Proteins rely on changes in their shape to function properly. Scientists therefore pay close attention to small changes in protein structure, but not all “wiggles” are equal. A new study, combining neutron and light scattering experiments with molecular dynamics simulations, shows how measurements of protein flexibility can be used to distinguish elastic vibrations from true conformational alterations. The results, described in Physical Review Letters, explain certain protein behaviors, such as why protein flexibility sometimes increases dramatically with temperature.
To drive chemical processes, proteins often have to physically fit, like keys, with other molecules. Wiggling into place, the protein may make conformational changes, in which atoms in the molecule jump from one potential energy well to another. But protein flexibility also comes from atoms fluctuating elastically inside a single potential well. Elastic and conformational changes should depend differently on temperature and hydration, but previous studies of protein flexibility have typically not separated the two contributions.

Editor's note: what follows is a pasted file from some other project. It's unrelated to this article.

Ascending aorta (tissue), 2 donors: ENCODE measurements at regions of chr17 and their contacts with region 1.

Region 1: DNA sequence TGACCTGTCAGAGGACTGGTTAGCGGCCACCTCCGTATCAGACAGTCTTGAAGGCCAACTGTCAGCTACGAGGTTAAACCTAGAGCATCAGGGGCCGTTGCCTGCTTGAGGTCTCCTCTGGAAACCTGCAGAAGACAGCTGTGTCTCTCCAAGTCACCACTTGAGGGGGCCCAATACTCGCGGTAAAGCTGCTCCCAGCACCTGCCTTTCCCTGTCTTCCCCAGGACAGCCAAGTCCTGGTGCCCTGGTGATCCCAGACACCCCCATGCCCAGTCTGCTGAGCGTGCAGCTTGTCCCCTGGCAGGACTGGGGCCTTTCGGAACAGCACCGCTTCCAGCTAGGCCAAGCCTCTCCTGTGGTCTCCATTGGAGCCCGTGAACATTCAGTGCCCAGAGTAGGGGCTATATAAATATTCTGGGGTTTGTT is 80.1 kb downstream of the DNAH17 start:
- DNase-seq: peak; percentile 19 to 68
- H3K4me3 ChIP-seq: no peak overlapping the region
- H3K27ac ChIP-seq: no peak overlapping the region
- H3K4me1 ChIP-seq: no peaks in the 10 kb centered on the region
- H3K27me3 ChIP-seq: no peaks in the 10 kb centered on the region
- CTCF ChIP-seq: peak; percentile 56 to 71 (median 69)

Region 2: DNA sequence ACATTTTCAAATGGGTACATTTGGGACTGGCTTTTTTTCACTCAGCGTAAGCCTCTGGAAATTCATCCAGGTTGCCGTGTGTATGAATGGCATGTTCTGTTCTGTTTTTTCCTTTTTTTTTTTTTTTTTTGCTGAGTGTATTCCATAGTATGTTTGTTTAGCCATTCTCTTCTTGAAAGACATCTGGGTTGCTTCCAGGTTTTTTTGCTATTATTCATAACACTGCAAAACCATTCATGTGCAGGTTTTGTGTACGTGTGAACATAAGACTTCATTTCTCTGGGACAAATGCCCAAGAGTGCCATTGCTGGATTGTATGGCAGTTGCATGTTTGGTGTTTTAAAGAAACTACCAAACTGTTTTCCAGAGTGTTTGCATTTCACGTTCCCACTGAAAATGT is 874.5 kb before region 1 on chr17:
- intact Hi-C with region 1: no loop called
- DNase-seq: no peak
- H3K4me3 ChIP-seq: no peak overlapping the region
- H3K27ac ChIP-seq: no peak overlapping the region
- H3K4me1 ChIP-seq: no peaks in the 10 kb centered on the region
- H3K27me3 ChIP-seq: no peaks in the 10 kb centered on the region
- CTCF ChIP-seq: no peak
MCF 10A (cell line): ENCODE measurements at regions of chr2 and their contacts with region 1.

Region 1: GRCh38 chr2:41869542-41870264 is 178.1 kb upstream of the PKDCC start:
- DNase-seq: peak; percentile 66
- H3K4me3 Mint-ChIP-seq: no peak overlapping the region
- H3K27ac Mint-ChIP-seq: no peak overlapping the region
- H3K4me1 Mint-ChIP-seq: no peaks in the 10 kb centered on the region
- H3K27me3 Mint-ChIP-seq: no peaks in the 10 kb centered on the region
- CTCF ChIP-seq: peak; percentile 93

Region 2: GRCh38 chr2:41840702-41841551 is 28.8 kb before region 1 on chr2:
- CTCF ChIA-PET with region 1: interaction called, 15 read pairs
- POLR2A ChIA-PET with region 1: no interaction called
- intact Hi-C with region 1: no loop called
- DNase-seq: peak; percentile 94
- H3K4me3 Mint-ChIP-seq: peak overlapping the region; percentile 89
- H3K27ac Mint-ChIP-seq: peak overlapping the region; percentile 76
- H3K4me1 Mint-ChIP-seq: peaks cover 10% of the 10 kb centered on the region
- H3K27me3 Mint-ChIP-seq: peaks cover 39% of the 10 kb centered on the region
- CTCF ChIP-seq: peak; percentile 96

Liang Hong of the Oak Ridge National Laboratory, US, and colleagues have developed an effective way to disentangle elastic and conformational movements. They first measured the flexibility—as is often done—using incoherent neutron scattering, which records the atomic displacements (mostly of hydrogen atoms) in a particular protein. Comparing these displacement data to molecular dynamics simulations, they realized that the elastic fluctuations of individual atoms could be inferred from vibrational excitations of the full molecule, which they measured by light scattering experiments. By separating out the elastic part, the researchers showed that high protein flexibility at room temperature is due primarily to a higher rate of conformational changes. – Michael Schirber